Review: Stranger Things 2

I liked Stranger Things. I liked the second season. If you liked Stranger Things, you will probably like the second season. If you did not like Stranger Things, I doubt this second season will change your mind. The Duffer brothers have described this sequel season as “bigger and darker,” and they certainly deliver on that front. The show has the same slow pace for the first half, blossoming into an even more action-packed second half. It has the same cast of genre movie/television character tropes that are subverted and expanded–even more so now, since most of the cast is returning from the first season, and so are entering season two with all of the growth and trauma experienced in season one. It is still firmly rooted in the eighties, in its setting and cultural references, and in its genre allusions (through specific references and plot elements and background Easter eggs) to various titles of the era.

You may have noticed that I referred to this new season as a “sequel season.” I’m not sure that later seasons in a show are typically referred to as sequels; they’re just continuations. But the creators and critics have already referred to season two as a sequel, and I think that description is apt. Season one is not a string of episodes but almost something like an eight-hour movie; season two, with its continued use of “chapters” instead of episodes, invites a similar viewing experience. It’s made for bingeing, consuming in a single chunk of extended content. It is a singular story, following the singular story of the first season. And it’s not just a continuation of the status quo. We jump ahead a year in time, as the characters still try to adjust and move on. While poor Will, the boy lost in the Upside Down and barely rescued in time, has the most trauma to cope with, it is clear that all of the main characters have been affected by events.

Since this season is about finding out what is still affecting Will and hanging over Hawkins, rather than a desperate search for a missing person, the series has a little more breathing room earlier on. I would say that the first season also had a quiet slowness to it, but that was often to build tension. In this second season, the first half allows for considerable character development. Seeing the Byers family of Will, Jonathan, Joyce, and Joyce’s new boyfriend Bob simply living together feels not only authentic but incredibly sweet. These are good people, adjusting to past trauma and new life changes. They legitimately care for each other. And that caring, that love that we see, provides a lot of fuel for my desire to want to see them make it all through okay.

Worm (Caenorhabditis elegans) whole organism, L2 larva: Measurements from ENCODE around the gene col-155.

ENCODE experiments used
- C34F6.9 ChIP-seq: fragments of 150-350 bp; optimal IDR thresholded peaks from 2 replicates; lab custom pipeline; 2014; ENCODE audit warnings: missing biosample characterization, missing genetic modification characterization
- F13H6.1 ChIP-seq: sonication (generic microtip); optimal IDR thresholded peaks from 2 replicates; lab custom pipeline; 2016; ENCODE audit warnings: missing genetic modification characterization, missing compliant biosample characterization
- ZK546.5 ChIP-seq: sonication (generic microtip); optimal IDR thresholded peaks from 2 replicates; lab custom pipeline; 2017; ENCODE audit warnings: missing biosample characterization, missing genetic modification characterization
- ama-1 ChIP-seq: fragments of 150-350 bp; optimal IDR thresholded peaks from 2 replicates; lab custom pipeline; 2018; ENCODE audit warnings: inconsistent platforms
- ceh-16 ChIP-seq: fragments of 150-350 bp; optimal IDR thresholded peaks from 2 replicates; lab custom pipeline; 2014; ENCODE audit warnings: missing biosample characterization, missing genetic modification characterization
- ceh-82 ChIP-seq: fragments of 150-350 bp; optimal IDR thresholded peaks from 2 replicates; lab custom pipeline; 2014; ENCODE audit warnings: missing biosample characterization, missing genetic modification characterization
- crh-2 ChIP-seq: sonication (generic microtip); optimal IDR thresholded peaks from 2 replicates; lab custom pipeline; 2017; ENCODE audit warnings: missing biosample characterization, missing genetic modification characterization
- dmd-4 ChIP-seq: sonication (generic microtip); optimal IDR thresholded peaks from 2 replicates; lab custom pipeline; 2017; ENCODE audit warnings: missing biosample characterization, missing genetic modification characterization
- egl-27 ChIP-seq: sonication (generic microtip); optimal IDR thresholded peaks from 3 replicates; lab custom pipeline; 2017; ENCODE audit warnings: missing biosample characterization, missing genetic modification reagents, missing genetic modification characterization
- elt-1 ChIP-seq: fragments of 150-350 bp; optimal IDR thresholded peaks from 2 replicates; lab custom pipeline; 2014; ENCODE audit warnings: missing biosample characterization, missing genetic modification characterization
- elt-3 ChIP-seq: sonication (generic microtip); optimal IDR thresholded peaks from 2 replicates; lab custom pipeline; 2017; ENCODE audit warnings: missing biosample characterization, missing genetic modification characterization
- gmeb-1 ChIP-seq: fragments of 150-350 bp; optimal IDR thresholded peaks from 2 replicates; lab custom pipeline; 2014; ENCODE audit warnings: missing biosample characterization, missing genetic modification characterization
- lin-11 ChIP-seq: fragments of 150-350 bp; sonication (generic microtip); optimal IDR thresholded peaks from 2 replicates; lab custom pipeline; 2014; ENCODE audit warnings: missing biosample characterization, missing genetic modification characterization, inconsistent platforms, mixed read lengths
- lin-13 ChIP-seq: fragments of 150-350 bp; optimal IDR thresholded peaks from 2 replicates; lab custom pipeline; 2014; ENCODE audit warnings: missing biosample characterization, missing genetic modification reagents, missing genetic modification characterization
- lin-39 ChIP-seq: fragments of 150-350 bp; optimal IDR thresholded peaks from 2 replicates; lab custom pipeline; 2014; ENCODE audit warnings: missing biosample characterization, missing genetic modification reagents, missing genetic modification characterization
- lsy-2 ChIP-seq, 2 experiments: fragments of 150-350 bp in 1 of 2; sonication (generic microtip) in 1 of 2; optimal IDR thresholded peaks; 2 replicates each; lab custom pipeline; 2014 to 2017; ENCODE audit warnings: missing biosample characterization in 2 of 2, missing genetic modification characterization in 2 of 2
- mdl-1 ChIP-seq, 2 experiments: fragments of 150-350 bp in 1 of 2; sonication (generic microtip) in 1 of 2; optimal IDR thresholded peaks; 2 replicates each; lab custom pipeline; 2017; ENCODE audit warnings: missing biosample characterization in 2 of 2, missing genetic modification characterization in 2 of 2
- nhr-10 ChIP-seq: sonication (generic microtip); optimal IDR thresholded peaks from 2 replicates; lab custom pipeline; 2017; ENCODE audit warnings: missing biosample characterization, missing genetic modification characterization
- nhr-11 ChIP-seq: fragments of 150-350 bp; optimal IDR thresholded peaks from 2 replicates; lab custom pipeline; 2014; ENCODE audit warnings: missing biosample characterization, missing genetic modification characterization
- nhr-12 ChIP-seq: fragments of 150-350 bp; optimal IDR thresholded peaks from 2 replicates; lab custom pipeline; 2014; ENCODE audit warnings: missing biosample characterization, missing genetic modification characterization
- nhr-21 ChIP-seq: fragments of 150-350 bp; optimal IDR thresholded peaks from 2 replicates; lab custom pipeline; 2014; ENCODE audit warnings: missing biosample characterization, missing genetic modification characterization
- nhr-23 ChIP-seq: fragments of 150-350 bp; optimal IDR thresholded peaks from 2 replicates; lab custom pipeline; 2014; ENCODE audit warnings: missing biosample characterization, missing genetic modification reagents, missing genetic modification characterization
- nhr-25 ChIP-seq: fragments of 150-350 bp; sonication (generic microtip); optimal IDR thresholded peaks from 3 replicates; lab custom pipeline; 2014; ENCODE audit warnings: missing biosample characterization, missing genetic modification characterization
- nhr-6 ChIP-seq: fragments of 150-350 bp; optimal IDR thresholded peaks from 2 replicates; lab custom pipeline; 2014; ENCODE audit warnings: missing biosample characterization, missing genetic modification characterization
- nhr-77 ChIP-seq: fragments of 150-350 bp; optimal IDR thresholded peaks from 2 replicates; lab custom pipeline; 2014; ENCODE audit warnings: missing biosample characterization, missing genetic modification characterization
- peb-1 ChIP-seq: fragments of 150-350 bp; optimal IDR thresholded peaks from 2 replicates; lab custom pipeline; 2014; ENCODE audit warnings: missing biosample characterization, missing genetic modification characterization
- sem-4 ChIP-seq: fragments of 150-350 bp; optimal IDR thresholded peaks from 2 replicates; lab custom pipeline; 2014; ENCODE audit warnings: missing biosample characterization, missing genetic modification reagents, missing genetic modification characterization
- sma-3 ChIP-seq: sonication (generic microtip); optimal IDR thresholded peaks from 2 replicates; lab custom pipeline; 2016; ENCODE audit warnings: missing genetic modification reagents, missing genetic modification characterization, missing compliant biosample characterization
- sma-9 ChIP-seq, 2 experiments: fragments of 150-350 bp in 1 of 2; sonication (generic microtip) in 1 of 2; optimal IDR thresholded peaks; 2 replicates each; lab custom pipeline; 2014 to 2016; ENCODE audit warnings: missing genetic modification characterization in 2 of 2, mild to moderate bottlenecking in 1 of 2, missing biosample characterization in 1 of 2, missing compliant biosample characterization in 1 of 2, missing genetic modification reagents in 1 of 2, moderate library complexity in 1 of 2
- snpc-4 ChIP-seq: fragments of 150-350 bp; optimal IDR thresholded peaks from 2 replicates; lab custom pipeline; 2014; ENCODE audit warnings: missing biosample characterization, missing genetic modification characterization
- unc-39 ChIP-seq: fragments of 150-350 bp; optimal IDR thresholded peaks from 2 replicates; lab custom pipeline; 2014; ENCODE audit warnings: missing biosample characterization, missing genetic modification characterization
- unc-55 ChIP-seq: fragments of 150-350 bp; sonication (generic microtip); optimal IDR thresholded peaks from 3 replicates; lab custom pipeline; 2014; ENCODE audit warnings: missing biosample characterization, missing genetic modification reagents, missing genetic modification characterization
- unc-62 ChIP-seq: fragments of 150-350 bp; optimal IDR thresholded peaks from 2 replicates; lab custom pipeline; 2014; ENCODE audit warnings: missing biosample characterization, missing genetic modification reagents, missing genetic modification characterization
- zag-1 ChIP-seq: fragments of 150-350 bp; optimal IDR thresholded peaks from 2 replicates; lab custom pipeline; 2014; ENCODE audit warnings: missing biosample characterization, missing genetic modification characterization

The story goes down some different roads, too. While season one might have pulled from a lot of slasher films and childhood adventure/coming-of-age stories, season two is often more of a straightforward action sci-fi story, with more lore and bigger stakes. We don’t just learn more about the Upside Down, either–the lore grows laterally, with more stories about the covert government project that Eleven was a part of, and more about others who were involved in that project. I don’t think it’s too much of a spoiler to note that Eleven (portrayed by Millie Bobby Brown, whose already impressive acting appears to have grown with the character) plays an important part in this story, and her plot feels like a mashup of runaway stories and X-Men/New Mutants and even a dark mirror of the Jedi path. The second half of the overall story becomes a sort of Aliens to season one’s Alien, mixed with a heavy dose of The Exorcist. And one of the most dramatic early visuals to indicate Will’s continued troubles echoes a scene from Close Encounters of the Third Kind.

But this new season also just gives more time for character development. Winona Ryder in particular is fantastic as Joyce, now that she is given more of a role beyond shrieking hysterics for much of the plot. Her deep love and affection, her reserves of inner strength and resolve, and her fierce Mama Bear protectionism are simply great. There really isn’t a weak role on this show, though, and all the kids remain incredibly charming. New addition Max serves as a sort of cool out-of-town tomboy replacement to Eleven while the party’s mage is off on her own; Max’s older stepbrother, whom I hate with a passion, feels a little bit like what Steve could have become, if Steve hadn’t developed into such a sweet, sincere, good kid and away from his bullying jock persona.

Really, like I said at the beginning, if you liked the first season, you’ll like season two. If you didn’t like it–if you thought it was too derivative, or too nostalgic, or too slow, or whatever–you probably won’t have any better opinions about the new season. It’s simply more. For me, more was good. But more probably won’t change any minds. Not that it has to, considering the success of the show so far. I’m happy to see that the show’s quality has remained consistent, and I’m looking forward hopefully to future seasons. Even without an obviously dangling thread to force another sequel, there are a lot of intriguing storylines that could, and hopefully will, be explored.

Last thought: Bob, you’ll always be my superhero.


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